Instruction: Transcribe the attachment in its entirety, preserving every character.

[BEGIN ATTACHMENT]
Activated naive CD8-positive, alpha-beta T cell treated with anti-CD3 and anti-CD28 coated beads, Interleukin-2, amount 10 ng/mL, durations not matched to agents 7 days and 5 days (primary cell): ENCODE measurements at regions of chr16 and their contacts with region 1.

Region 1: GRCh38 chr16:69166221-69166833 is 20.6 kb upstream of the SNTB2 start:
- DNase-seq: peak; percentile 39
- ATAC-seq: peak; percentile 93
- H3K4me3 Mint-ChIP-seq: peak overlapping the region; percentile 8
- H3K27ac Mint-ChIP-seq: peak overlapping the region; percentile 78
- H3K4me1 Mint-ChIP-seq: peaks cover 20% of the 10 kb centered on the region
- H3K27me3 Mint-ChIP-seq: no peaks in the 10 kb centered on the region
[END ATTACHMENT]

Activated naive CD8-positive, alpha-beta T cell treated with anti-CD3 and anti-CD28 coated beads, Interleukin-2, amount 10 ng/mL, durations not matched to agents 7 days and 5 days (primary cell): ENCODE measurements at regions of chr16 and their contacts with region 1.

Region 1: GRCh38 chr16:69166221-69166833 is 20.6 kb upstream of the SNTB2 start:
- DNase-seq: peak; percentile 39
- ATAC-seq: peak; percentile 93
- H3K4me3 Mint-ChIP-seq: peak overlapping the region; percentile 8
- H3K27ac Mint-ChIP-seq: peak overlapping the region; percentile 78
- H3K4me1 Mint-ChIP-seq: peaks cover 20% of the 10 kb centered on the region
- H3K27me3 Mint-ChIP-seq: no peaks in the 10 kb centered on the region